The name Umbria comes from the Umbris, a group of ancient people who lived in the area. The land of Umbria is predominantly hilly and mountainous, and it is cut by many rivers, including the Tevere and the Nero. It is bordered to the north and east by the Marches; to the south by Latium; and to the west by Latium and Tuscany. The most populated areas of Umbria are the Umbra Valley and the Basin of Terni. It is one of the only regions of Italy without a coastline, making it an agricultural center also known as the "Green Heart of Italy."
Lately, however, Umbria has been called "the new Tuscany" because it has the art, churches and cuisine of Tuscany without the barrage of tourists. Assisi is second to Rome for religious pilgrimages in Italy, but aside from Assisi, the towns of Umbria are quiet and charming.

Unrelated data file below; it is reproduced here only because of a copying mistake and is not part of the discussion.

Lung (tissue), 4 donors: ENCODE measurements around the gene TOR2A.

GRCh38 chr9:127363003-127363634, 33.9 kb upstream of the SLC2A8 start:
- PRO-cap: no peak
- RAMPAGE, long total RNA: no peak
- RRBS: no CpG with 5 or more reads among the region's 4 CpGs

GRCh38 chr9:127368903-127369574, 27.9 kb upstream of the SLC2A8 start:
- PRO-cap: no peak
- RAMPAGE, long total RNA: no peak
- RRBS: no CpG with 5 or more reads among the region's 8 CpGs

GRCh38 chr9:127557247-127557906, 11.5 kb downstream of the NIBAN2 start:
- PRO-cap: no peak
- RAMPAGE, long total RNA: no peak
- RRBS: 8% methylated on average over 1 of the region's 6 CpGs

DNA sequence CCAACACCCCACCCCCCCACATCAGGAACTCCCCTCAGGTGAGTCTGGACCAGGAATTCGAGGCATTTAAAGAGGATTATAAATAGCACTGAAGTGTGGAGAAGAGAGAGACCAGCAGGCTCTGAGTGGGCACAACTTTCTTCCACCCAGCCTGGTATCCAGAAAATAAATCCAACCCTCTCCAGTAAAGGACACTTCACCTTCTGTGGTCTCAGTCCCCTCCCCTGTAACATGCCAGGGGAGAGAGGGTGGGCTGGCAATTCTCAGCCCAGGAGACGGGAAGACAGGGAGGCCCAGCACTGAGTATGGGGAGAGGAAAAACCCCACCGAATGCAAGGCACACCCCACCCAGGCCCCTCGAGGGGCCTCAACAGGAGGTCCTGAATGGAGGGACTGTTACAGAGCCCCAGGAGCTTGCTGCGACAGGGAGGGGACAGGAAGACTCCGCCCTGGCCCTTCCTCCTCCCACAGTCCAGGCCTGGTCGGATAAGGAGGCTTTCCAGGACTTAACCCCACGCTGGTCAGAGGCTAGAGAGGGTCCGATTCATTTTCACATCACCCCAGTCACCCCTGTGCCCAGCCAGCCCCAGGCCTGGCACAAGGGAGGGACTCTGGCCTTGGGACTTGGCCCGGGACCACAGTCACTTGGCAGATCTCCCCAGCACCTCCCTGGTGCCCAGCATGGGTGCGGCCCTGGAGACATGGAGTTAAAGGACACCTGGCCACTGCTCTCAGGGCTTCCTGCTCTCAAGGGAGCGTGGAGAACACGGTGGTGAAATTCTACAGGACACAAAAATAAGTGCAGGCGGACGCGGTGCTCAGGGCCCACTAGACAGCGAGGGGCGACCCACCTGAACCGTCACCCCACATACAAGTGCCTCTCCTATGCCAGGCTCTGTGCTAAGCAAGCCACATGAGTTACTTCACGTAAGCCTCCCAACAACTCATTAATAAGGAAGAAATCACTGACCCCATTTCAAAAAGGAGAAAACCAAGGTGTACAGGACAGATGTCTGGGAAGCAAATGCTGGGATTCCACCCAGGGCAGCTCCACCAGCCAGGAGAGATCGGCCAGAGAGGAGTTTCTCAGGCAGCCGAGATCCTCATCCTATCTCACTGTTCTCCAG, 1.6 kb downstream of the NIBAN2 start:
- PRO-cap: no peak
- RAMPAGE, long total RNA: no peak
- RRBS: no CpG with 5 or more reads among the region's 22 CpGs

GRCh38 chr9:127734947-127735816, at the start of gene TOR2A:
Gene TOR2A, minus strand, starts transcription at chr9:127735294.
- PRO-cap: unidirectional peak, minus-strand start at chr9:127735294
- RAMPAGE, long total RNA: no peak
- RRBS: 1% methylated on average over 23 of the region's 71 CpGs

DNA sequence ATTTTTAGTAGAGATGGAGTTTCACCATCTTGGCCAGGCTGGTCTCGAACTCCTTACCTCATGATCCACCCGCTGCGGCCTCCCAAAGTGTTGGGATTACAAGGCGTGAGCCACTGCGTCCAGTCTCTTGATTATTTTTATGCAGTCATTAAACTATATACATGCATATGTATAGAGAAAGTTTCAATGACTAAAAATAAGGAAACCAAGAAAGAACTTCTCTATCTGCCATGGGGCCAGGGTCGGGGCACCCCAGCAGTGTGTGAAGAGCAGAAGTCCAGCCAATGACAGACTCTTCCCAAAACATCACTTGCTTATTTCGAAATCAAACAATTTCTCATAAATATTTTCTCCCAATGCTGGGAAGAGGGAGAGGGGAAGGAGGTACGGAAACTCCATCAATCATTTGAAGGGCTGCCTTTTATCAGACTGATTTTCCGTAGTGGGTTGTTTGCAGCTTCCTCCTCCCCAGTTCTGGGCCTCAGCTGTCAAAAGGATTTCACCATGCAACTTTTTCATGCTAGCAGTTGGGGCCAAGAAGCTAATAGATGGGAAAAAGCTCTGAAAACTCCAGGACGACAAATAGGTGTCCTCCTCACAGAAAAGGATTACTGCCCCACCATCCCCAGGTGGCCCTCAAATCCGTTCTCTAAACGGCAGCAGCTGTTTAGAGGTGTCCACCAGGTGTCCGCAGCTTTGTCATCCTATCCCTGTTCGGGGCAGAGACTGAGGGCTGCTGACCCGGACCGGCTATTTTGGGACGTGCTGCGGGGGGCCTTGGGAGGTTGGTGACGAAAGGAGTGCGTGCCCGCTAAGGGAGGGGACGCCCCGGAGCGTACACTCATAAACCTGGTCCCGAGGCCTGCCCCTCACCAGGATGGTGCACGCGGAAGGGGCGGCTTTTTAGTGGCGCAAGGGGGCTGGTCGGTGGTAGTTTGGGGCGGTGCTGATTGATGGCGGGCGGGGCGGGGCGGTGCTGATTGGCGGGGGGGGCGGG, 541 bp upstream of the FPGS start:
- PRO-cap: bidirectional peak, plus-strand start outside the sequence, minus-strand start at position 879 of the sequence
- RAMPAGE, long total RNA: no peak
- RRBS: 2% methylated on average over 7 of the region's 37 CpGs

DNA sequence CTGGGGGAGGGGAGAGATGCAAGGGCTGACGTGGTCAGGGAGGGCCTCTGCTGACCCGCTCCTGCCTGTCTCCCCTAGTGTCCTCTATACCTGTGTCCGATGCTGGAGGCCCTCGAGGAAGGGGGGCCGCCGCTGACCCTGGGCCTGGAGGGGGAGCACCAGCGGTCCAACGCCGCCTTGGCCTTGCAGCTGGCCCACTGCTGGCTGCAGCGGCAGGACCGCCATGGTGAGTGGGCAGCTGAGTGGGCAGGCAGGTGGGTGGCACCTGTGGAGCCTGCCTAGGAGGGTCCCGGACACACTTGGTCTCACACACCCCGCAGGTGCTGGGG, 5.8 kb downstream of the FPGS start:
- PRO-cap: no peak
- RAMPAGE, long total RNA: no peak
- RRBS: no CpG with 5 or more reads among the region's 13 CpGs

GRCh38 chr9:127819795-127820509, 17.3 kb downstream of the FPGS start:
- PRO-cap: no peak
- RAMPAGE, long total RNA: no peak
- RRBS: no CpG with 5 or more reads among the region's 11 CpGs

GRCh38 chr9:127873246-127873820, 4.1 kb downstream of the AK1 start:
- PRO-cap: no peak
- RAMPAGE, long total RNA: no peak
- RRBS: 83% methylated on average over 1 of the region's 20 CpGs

Umbria has a continental climate with cold winters and warm summers.
Rain and snow are common, especially in the Apennines. The best time
to visit Umbria is in the spring or summer with Spoleto's Festival
of Two Worlds and Perugia's Umbria Jazz Festival. The culinary delights
are at their best during the winter, and though the region can be
very cold, winter is the best time to get to know the unassuming Umbria
and its people.